I am a local television reporter.
I never traveled to Afghanistan. I didn’t cover the war in Iraq. I work for CBS in Denver, Colorado. To foreign network correspondents, that might seem dull. But they haven’t covered a mass school shooting in a suburb. They haven’t been awakened at two a.m. to dash off to a mass shooting at a movie theater.
I opted for a career covering my community. I wanted a balance of family life and journalism. At some point, in my twenties, I decided to abandon network glamour for community involvement.
But no one told me I’d be interviewing parents who lost their children because they went to school at one day. No one warned me that the deaths of young people would come, not in a war zone, but in a suburban movie theater.
I never envisioned that not once, but twice, in my career, I would have parents come up to me frantic and fearful, begging for news of their children, only to tell them I had no news to share. Their children, first at Columbine High School, and now at Theater Nine in Aurora, were dead.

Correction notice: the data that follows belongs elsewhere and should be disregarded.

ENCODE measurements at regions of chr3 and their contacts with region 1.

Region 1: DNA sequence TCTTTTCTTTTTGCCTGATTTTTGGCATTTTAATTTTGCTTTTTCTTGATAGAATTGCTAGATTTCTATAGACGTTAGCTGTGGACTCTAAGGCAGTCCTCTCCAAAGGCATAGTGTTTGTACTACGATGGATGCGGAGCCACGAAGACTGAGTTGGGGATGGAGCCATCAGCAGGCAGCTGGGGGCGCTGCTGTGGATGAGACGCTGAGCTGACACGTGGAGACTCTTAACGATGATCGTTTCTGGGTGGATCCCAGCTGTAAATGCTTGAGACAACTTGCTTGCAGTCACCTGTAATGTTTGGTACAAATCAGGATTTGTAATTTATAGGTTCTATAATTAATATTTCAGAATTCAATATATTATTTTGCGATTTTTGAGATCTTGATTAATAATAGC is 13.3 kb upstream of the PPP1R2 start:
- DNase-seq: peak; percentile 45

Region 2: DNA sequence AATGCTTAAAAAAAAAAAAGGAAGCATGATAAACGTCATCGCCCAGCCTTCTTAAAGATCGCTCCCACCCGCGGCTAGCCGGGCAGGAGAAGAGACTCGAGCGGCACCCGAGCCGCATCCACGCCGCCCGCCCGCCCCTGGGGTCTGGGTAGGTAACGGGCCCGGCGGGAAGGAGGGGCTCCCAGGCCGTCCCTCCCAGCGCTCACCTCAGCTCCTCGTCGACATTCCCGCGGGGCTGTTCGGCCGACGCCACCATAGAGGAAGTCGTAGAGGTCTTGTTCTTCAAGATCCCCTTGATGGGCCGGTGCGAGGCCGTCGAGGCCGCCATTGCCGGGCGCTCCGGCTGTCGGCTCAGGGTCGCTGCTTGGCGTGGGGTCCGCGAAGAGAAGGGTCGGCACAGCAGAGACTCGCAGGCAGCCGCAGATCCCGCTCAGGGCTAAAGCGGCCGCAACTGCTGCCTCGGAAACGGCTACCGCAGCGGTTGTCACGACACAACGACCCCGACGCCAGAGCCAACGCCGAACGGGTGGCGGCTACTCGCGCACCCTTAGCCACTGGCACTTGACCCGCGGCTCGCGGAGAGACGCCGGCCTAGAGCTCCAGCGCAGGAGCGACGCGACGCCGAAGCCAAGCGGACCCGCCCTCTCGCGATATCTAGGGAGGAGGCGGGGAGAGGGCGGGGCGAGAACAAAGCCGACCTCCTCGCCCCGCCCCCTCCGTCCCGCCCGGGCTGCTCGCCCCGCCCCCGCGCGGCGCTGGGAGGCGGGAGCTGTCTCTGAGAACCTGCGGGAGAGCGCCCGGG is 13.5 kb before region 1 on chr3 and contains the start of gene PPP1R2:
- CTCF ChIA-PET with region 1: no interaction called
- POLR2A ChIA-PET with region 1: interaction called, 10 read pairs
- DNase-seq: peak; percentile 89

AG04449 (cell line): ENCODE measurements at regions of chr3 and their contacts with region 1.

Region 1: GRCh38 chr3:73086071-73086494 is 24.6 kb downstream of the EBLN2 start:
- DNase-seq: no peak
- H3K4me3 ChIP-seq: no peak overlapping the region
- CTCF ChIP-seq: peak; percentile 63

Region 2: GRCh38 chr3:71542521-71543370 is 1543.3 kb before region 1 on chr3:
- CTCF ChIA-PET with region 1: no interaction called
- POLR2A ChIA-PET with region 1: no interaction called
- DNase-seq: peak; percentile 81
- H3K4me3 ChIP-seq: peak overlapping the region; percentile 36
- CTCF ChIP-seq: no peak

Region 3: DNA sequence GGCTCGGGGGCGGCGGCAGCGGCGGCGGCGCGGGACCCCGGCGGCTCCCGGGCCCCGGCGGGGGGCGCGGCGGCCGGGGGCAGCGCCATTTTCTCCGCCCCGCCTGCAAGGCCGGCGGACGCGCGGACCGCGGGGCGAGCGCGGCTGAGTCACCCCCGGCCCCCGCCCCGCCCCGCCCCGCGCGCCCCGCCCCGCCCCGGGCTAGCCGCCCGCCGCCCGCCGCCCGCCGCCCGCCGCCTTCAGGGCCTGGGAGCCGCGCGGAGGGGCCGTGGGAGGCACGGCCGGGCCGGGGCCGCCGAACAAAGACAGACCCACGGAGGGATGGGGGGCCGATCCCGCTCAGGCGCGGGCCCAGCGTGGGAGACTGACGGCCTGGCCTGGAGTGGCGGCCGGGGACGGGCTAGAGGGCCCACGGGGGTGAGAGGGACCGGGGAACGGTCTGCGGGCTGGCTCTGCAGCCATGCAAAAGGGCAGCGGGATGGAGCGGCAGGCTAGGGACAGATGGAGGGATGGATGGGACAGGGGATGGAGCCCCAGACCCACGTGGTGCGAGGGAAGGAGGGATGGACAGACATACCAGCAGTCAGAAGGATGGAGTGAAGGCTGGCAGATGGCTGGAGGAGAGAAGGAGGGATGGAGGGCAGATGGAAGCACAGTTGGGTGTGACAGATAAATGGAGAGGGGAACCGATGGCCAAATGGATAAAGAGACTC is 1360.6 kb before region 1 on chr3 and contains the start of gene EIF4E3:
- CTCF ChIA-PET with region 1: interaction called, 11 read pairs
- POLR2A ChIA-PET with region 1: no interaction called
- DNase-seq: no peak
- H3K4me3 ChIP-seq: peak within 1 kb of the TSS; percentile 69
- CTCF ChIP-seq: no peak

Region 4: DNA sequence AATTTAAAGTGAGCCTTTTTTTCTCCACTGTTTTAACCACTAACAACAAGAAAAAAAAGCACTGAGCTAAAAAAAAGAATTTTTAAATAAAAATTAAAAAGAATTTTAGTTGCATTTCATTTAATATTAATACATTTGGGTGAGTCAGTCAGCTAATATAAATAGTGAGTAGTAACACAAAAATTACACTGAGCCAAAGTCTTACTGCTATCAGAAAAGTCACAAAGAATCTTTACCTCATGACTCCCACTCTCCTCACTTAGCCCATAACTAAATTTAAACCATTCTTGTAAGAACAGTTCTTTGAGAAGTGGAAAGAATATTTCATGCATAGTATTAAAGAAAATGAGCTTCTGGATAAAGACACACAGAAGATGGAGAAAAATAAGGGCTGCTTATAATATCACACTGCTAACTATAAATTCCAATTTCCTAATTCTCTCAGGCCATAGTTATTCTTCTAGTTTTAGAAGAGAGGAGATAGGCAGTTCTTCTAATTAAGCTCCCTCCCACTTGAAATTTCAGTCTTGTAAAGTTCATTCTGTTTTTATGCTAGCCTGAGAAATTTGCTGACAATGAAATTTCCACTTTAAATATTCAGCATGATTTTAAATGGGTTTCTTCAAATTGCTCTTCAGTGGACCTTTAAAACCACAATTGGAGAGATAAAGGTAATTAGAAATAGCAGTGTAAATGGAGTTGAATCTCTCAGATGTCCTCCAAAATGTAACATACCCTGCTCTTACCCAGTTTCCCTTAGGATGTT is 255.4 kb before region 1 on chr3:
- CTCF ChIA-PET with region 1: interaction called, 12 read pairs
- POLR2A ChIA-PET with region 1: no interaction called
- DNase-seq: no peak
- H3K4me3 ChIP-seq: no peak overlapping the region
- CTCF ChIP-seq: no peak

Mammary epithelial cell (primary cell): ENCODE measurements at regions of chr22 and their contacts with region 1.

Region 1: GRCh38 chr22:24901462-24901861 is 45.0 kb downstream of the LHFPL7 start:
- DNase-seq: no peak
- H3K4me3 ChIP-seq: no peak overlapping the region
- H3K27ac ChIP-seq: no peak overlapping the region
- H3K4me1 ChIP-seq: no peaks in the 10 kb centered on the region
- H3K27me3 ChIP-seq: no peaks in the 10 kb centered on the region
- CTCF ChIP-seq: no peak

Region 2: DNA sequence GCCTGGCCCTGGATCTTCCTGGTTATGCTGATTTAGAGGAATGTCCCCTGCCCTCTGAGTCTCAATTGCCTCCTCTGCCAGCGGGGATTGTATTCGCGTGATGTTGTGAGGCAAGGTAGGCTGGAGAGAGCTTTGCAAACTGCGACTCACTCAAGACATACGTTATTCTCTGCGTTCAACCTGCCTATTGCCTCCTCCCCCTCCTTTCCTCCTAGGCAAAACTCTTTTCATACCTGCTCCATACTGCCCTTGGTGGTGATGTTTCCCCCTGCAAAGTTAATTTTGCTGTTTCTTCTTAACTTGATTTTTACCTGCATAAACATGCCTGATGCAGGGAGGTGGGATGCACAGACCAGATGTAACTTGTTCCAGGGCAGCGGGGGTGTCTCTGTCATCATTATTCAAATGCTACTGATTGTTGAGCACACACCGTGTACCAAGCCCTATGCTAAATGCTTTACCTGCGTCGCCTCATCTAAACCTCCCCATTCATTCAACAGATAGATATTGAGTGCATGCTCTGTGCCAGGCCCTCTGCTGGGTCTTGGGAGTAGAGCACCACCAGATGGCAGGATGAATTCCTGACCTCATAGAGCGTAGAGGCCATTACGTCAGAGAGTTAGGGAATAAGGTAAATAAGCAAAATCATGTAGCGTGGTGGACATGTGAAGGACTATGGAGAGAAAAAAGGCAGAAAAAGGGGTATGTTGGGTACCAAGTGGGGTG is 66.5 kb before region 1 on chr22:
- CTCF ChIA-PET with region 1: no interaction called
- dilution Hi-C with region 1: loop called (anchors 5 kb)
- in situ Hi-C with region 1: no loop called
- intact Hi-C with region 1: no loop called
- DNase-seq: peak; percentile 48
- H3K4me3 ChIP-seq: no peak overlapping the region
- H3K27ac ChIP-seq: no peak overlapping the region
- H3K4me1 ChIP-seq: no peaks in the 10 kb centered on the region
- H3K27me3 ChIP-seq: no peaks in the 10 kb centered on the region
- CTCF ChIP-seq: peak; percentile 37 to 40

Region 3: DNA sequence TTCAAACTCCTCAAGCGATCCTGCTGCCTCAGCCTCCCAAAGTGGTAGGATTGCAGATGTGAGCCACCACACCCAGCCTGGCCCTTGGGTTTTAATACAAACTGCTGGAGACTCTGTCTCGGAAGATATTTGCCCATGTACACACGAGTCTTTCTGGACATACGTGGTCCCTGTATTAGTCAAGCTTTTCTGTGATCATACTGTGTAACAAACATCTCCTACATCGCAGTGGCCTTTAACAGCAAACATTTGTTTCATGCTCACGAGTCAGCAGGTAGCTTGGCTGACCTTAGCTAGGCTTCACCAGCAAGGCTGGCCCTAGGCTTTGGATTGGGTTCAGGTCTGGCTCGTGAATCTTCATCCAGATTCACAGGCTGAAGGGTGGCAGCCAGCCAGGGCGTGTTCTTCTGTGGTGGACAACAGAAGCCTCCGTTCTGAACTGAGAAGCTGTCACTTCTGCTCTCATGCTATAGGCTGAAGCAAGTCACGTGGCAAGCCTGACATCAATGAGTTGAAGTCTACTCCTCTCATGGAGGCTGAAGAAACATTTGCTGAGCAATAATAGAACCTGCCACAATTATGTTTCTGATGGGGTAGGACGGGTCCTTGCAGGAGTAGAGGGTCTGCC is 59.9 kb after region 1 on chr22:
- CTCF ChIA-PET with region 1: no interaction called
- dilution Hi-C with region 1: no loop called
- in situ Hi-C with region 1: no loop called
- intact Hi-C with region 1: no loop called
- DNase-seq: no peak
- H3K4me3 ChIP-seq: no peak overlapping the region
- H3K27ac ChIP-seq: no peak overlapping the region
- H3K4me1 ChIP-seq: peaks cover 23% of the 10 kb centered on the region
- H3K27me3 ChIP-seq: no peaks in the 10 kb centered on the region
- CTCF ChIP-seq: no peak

Somehow, in my journalism classes at Stanford, no professors warned me that I would have to report on live TV while fighting tears. My journalism classes didn’t teach me how to act composed when fear and heartbreak were my prevailing emotions. Somehow my study in journalism didn’t prepare me for the emotional eavesdropping I do during the worst moment in a parent’s life.
I wish I could be detached from the 23-year-old whose memorial I covered last week after she was gunned down watching a Batman movie. I can’t. I have a 23-year-old of my own.
Denver, Colorado is a nice place to live. We have mountains, few mosquitoes, and a pleasant climate. Why do we keep having mass shootings? Why are our teens gunned down at the most innocent of venues?
My job is to ask questions. I wish someone would occasionally have a definitive answer.
Suzanne McCarroll has worked at CBS4 for 30 years.